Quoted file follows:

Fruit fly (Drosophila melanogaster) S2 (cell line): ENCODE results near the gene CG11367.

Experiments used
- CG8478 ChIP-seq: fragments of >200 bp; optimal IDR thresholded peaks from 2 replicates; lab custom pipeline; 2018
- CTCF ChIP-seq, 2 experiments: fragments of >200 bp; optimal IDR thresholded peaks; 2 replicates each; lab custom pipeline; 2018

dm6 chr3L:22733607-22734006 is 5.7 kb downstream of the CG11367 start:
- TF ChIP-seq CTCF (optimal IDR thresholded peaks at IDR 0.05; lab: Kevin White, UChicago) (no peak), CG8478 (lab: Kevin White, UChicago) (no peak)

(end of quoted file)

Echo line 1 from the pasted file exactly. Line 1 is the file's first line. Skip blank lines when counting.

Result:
Fruit fly (Drosophila melanogaster) S2 (cell line): ENCODE results near the gene CG11367.